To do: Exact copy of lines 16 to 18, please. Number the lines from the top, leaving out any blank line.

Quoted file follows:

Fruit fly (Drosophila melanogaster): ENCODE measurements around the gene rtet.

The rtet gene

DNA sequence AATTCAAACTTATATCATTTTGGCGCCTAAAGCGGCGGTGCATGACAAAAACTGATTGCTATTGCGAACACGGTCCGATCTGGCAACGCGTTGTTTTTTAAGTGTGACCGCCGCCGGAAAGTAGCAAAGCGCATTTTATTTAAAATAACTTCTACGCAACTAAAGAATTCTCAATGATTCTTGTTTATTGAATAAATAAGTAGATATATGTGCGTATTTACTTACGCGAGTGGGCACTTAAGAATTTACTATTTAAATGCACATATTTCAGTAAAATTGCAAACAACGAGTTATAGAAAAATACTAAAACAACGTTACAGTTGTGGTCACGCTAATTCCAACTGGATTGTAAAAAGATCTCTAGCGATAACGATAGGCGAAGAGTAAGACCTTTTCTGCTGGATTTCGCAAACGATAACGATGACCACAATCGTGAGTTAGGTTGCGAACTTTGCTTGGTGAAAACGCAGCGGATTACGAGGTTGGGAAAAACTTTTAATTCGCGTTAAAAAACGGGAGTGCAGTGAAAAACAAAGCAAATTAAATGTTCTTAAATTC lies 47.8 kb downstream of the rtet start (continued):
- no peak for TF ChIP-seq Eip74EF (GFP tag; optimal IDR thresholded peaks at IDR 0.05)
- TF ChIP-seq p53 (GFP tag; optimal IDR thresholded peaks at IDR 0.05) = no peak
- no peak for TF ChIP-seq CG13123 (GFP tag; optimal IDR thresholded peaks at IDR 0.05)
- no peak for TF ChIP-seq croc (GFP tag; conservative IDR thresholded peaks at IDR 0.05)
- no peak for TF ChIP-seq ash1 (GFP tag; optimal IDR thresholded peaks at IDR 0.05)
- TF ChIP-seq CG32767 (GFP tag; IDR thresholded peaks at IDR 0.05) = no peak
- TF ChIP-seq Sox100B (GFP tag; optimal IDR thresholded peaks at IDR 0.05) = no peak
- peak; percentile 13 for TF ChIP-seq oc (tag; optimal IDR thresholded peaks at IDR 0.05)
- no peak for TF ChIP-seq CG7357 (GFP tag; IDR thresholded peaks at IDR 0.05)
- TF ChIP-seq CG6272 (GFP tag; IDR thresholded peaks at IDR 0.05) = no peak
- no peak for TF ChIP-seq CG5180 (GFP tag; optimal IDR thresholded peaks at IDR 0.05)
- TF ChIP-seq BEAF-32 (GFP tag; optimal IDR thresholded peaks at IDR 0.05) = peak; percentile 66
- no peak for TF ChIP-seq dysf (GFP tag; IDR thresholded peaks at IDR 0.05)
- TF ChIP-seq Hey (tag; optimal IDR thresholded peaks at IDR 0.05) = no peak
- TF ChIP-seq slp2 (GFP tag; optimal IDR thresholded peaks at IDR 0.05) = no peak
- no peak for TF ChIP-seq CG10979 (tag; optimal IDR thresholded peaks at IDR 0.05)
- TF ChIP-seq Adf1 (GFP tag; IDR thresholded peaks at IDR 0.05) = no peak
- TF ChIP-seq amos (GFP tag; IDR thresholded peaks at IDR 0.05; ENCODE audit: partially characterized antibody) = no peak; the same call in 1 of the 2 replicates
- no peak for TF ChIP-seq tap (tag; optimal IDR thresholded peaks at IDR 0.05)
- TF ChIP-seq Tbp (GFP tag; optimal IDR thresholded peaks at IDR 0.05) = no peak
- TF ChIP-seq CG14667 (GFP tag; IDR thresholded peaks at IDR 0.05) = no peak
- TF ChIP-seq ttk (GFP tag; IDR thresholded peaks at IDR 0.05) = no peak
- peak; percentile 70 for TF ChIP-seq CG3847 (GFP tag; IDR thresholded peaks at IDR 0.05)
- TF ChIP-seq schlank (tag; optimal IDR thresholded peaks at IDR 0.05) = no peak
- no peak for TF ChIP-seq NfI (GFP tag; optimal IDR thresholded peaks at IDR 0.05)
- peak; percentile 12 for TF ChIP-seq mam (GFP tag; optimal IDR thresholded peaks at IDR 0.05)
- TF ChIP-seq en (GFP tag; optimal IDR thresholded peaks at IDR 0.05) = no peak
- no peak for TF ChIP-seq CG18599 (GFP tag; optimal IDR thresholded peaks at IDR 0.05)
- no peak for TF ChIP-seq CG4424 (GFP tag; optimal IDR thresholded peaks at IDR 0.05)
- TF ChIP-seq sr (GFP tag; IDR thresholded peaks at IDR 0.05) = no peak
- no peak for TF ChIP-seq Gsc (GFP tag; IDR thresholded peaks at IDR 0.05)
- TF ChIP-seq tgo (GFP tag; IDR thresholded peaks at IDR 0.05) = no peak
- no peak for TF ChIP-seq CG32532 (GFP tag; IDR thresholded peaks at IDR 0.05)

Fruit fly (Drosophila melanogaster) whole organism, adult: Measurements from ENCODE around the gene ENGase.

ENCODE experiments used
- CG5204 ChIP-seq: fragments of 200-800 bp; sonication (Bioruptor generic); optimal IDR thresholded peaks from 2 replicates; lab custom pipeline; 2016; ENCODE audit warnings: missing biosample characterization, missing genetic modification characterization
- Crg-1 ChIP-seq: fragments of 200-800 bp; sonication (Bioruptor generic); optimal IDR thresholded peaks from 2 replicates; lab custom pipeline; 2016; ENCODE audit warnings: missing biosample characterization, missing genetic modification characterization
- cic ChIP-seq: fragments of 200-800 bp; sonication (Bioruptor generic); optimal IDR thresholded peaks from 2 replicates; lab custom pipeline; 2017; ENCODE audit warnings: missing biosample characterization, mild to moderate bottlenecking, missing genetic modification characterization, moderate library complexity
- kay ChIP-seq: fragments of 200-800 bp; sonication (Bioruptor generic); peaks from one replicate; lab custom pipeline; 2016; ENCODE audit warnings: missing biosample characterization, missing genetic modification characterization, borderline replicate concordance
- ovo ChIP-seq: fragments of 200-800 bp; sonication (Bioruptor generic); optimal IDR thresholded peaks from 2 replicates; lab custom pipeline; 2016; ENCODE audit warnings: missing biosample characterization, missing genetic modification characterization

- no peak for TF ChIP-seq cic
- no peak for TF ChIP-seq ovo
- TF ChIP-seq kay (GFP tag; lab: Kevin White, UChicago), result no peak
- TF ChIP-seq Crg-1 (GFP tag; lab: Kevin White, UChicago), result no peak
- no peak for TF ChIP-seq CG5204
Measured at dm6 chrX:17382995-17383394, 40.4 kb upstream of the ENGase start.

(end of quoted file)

- no peak for TF ChIP-seq dysf (GFP tag; IDR thresholded peaks at IDR 0.05)
- TF ChIP-seq Hey (tag; optimal IDR thresholded peaks at IDR 0.05) = no peak
- TF ChIP-seq slp2 (GFP tag; optimal IDR thresholded peaks at IDR 0.05) = no peak